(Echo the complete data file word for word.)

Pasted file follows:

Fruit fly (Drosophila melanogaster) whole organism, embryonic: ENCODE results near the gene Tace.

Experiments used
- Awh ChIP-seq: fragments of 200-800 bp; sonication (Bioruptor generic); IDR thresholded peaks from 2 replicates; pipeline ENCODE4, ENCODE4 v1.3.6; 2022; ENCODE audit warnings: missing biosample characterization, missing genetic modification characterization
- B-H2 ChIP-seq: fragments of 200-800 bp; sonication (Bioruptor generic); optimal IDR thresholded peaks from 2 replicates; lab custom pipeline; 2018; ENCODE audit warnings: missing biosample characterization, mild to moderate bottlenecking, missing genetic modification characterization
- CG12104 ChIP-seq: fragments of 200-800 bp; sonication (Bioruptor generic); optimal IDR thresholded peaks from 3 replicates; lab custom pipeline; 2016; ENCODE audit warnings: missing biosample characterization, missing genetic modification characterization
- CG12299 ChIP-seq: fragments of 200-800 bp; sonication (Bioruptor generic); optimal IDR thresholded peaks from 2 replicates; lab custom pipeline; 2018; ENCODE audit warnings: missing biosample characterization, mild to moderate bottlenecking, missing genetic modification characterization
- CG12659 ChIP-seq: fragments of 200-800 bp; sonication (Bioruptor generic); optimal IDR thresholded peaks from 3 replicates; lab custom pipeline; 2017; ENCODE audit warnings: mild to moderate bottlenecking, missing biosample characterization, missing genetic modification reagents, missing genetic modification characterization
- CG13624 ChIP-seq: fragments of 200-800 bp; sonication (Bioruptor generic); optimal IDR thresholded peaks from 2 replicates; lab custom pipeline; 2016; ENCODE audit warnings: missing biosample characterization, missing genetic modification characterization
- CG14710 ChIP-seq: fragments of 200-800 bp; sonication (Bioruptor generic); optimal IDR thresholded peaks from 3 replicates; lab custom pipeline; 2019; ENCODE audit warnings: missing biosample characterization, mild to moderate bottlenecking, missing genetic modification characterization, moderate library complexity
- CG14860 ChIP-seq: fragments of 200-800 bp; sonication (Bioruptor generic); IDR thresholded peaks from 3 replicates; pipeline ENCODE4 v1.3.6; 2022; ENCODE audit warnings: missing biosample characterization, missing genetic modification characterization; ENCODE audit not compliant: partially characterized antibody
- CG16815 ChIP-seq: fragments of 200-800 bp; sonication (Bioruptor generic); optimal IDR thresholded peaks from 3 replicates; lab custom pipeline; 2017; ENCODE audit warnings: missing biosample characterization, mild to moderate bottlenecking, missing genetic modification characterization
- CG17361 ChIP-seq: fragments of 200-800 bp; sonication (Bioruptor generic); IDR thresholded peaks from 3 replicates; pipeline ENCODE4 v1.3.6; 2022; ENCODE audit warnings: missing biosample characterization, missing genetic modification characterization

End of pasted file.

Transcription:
Fruit fly (Drosophila melanogaster) whole organism, embryonic: ENCODE results near the gene Tace.

Experiments used
- Awh ChIP-seq: fragments of 200-800 bp; sonication (Bioruptor generic); IDR thresholded peaks from 2 replicates; pipeline ENCODE4, ENCODE4 v1.3.6; 2022; ENCODE audit warnings: missing biosample characterization, missing genetic modification characterization
- B-H2 ChIP-seq: fragments of 200-800 bp; sonication (Bioruptor generic); optimal IDR thresholded peaks from 2 replicates; lab custom pipeline; 2018; ENCODE audit warnings: missing biosample characterization, mild to moderate bottlenecking, missing genetic modification characterization
- CG12104 ChIP-seq: fragments of 200-800 bp; sonication (Bioruptor generic); optimal IDR thresholded peaks from 3 replicates; lab custom pipeline; 2016; ENCODE audit warnings: missing biosample characterization, missing genetic modification characterization
- CG12299 ChIP-seq: fragments of 200-800 bp; sonication (Bioruptor generic); optimal IDR thresholded peaks from 2 replicates; lab custom pipeline; 2018; ENCODE audit warnings: missing biosample characterization, mild to moderate bottlenecking, missing genetic modification characterization
- CG12659 ChIP-seq: fragments of 200-800 bp; sonication (Bioruptor generic); optimal IDR thresholded peaks from 3 replicates; lab custom pipeline; 2017; ENCODE audit warnings: mild to moderate bottlenecking, missing biosample characterization, missing genetic modification reagents, missing genetic modification characterization
- CG13624 ChIP-seq: fragments of 200-800 bp; sonication (Bioruptor generic); optimal IDR thresholded peaks from 2 replicates; lab custom pipeline; 2016; ENCODE audit warnings: missing biosample characterization, missing genetic modification characterization
- CG14710 ChIP-seq: fragments of 200-800 bp; sonication (Bioruptor generic); optimal IDR thresholded peaks from 3 replicates; lab custom pipeline; 2019; ENCODE audit warnings: missing biosample characterization, mild to moderate bottlenecking, missing genetic modification characterization, moderate library complexity
- CG14860 ChIP-seq: fragments of 200-800 bp; sonication (Bioruptor generic); IDR thresholded peaks from 3 replicates; pipeline ENCODE4 v1.3.6; 2022; ENCODE audit warnings: missing biosample characterization, missing genetic modification characterization; ENCODE audit not compliant: partially characterized antibody
- CG16815 ChIP-seq: fragments of 200-800 bp; sonication (Bioruptor generic); optimal IDR thresholded peaks from 3 replicates; lab custom pipeline; 2017; ENCODE audit warnings: missing biosample characterization, mild to moderate bottlenecking, missing genetic modification characterization
- CG17361 ChIP-seq: fragments of 200-800 bp; sonication (Bioruptor generic); IDR thresholded peaks from 3 replicates; pipeline ENCODE4 v1.3.6; 2022; ENCODE audit warnings: missing biosample characterization, missing genetic modification characterization